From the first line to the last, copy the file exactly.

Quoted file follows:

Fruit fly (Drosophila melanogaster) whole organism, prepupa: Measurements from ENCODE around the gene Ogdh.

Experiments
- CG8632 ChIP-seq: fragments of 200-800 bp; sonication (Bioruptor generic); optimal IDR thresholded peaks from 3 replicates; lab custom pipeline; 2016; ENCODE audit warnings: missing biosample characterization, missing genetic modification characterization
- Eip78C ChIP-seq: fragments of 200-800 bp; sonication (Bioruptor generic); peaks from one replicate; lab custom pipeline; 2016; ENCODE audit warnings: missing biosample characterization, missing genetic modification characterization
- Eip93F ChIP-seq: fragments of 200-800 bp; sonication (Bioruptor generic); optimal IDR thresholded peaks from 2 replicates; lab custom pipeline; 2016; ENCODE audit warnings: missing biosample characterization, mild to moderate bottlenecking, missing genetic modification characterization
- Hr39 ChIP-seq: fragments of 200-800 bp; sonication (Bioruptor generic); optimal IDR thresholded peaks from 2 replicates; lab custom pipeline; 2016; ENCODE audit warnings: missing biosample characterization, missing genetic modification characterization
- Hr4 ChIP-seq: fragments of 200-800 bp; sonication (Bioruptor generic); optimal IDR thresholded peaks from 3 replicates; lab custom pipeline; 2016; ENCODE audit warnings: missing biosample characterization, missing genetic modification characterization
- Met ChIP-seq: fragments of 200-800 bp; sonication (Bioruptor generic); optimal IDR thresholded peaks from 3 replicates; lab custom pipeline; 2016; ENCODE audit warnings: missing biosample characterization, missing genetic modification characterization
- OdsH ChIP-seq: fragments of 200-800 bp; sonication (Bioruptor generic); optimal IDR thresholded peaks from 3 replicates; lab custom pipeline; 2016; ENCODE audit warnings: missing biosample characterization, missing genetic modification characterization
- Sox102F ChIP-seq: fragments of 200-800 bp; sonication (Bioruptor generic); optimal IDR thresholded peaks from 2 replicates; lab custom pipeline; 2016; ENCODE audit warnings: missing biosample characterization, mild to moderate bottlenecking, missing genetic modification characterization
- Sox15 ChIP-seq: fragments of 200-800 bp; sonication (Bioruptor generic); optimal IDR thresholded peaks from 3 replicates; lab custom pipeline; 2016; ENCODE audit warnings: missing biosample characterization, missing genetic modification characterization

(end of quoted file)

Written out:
Fruit fly (Drosophila melanogaster) whole organism, prepupa: Measurements from ENCODE around the gene Ogdh.

Experiments
- CG8632 ChIP-seq: fragments of 200-800 bp; sonication (Bioruptor generic); optimal IDR thresholded peaks from 3 replicates; lab custom pipeline; 2016; ENCODE audit warnings: missing biosample characterization, missing genetic modification characterization
- Eip78C ChIP-seq: fragments of 200-800 bp; sonication (Bioruptor generic); peaks from one replicate; lab custom pipeline; 2016; ENCODE audit warnings: missing biosample characterization, missing genetic modification characterization
- Eip93F ChIP-seq: fragments of 200-800 bp; sonication (Bioruptor generic); optimal IDR thresholded peaks from 2 replicates; lab custom pipeline; 2016; ENCODE audit warnings: missing biosample characterization, mild to moderate bottlenecking, missing genetic modification characterization
- Hr39 ChIP-seq: fragments of 200-800 bp; sonication (Bioruptor generic); optimal IDR thresholded peaks from 2 replicates; lab custom pipeline; 2016; ENCODE audit warnings: missing biosample characterization, missing genetic modification characterization
- Hr4 ChIP-seq: fragments of 200-800 bp; sonication (Bioruptor generic); optimal IDR thresholded peaks from 3 replicates; lab custom pipeline; 2016; ENCODE audit warnings: missing biosample characterization, missing genetic modification characterization
- Met ChIP-seq: fragments of 200-800 bp; sonication (Bioruptor generic); optimal IDR thresholded peaks from 3 replicates; lab custom pipeline; 2016; ENCODE audit warnings: missing biosample characterization, missing genetic modification characterization
- OdsH ChIP-seq: fragments of 200-800 bp; sonication (Bioruptor generic); optimal IDR thresholded peaks from 3 replicates; lab custom pipeline; 2016; ENCODE audit warnings: missing biosample characterization, missing genetic modification characterization
- Sox102F ChIP-seq: fragments of 200-800 bp; sonication (Bioruptor generic); optimal IDR thresholded peaks from 2 replicates; lab custom pipeline; 2016; ENCODE audit warnings: missing biosample characterization, mild to moderate bottlenecking, missing genetic modification characterization
- Sox15 ChIP-seq: fragments of 200-800 bp; sonication (Bioruptor generic); optimal IDR thresholded peaks from 3 replicates; lab custom pipeline; 2016; ENCODE audit warnings: missing biosample characterization, missing genetic modification characterization